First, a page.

The weakening and swelling of the main blood vessel from the heart is normally fatal if it bursts.
A study published in the New England Journal of Medicine, raised "concern" that English surgeons may be performing preventative operations less often.
Experts say the issue should be investigated further.
The aorta is normally 2 cm across and international guidelines suggest considering surgery once an aneurysm grows to 5.5 cm in men or 5 cm in women.
They cause massive internal bleeding if they burst.
Surgeons can either perform keyhole surgery to line the aorta with stents or perform open surgery to replace the aneurysm with a graft.
Both procedures come with risks.
Teams from Harvard Medical School and St George's, University of London, analysed official national data on aneurysms in the US and England between 2005 and 2012. While the data analysed was only from England, the research team believe their findings apply across the UK.
The death rate from aneurysms fell in both countries over the period.
And in 2012 it stood at 34 per 100,000 people per year in England in 2012 and at nine per 100,000 people per year in the US.
On average it was three-and-a-half times higher in England.
Meanwhile, the rate of aneurysm repair in England was half that of the US and those that were performed took place when the aneurysm had reached a larger size.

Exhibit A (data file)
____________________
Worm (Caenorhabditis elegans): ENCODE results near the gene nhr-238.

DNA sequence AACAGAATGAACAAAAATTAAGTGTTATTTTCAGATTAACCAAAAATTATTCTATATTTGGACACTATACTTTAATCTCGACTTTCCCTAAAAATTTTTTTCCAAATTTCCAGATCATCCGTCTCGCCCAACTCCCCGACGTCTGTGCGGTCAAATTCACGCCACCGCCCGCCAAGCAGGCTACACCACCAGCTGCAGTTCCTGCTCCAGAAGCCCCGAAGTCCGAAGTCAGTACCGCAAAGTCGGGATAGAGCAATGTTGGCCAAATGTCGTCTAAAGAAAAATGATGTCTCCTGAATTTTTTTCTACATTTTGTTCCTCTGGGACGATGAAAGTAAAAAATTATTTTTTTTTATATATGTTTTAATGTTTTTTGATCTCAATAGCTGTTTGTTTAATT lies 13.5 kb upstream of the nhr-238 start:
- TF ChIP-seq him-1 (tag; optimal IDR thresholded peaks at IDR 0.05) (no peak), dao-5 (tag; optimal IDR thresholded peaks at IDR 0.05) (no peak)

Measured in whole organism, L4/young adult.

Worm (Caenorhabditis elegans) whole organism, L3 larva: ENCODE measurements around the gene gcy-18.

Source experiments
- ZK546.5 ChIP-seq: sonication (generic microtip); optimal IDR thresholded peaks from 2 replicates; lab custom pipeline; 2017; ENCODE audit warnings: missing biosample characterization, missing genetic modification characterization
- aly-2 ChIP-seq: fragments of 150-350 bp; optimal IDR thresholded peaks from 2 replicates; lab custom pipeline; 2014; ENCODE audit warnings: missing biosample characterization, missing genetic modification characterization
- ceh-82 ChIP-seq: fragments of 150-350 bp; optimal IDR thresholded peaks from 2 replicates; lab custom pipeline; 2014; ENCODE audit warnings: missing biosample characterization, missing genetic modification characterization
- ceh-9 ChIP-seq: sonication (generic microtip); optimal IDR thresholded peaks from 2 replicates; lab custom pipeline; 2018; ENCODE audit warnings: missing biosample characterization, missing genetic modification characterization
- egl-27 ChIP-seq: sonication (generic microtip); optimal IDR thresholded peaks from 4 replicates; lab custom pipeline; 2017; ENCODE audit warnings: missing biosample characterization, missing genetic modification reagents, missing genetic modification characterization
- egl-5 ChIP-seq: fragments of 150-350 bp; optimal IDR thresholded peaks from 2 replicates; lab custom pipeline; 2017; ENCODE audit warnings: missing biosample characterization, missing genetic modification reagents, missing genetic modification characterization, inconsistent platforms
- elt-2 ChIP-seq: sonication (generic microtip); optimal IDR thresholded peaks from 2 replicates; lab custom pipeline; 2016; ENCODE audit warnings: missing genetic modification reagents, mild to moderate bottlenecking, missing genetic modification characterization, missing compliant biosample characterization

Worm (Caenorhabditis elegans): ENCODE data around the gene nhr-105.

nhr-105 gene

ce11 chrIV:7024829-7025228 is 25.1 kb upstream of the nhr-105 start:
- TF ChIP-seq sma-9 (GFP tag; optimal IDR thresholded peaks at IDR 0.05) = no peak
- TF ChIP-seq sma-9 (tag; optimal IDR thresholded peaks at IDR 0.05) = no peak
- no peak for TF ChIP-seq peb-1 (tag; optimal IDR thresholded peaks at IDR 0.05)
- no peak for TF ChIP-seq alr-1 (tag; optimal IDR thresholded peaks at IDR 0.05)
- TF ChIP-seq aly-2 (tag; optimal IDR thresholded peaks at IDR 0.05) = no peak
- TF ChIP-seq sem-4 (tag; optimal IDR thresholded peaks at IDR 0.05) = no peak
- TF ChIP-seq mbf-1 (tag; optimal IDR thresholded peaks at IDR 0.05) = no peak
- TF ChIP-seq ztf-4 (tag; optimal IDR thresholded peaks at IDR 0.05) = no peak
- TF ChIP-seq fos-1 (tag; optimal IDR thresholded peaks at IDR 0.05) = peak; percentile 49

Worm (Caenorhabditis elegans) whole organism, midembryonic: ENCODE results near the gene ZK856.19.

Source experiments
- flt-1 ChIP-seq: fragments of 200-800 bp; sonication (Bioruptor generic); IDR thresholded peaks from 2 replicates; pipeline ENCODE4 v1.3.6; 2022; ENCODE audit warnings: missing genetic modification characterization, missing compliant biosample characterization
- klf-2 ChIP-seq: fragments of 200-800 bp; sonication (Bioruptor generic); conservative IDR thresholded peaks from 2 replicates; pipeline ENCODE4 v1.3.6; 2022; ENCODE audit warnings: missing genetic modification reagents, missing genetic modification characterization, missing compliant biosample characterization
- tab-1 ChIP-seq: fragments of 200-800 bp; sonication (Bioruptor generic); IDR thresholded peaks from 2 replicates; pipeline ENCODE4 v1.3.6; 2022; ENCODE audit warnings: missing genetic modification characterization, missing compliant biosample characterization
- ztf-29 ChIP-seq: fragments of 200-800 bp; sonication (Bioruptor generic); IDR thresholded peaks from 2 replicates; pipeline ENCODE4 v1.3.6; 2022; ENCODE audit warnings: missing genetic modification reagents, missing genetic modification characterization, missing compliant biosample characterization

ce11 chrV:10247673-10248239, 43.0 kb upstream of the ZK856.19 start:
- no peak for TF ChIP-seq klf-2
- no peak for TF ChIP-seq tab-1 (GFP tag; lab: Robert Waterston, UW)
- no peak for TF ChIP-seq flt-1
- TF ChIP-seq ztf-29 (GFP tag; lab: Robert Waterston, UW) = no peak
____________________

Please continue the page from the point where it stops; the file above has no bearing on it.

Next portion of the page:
The average size was 5.83 cm in the US and 6.37 cm in England.
Dr Alan Karthikesalingam, from St George's, told the BBC News website: "This is not something we knew was happening.
"From an English perspective it raises a series of questions about what we do in response."
He was clear that the study is not definitive proof that doctors in England have got it wrong, but there "may be room for improvement".
He said: "It is a concerning observation. The problem is our study does not conclusively prove that the lower operation rate in England is the only cause of the higher number of aneurysm deaths."
One of the challenges is it is impossible to fully account for all the differences between the English and US healthcare systems, when people are tested and the health of the populaces which may also affect the findings.
The UK began introducing a screening programme for aneurysms in 2009.
Dr Karthikesalingam said there needed to be more research to determine if doctors should perform preventative operations on smaller aneurysms.
The Vascular Society of Great Britain and Ireland said: "Further trials are required to determine the safe threshold for abdominal aortic aneurysm management in the UK."
Meanwhile, Matt Bown, a professor of vascular surgery at the University of Leicester, said: "These findings do not support an immediate change in clinical practice, but do suggest that more research is needed to explain the variation in aneurysm death rates between the US and the UK.
"Currently, there is no evidence to suggest that patients with an abdominal aortic aneurysm should be offered surgery if it is less than 5.5cm.
"My current British Heart Foundation-funded research aims to help us understand more about how abdominal aortic aneurysms progress and the risk of rupture, and could help us identify people whose aneurysms grow faster and are at greater risk."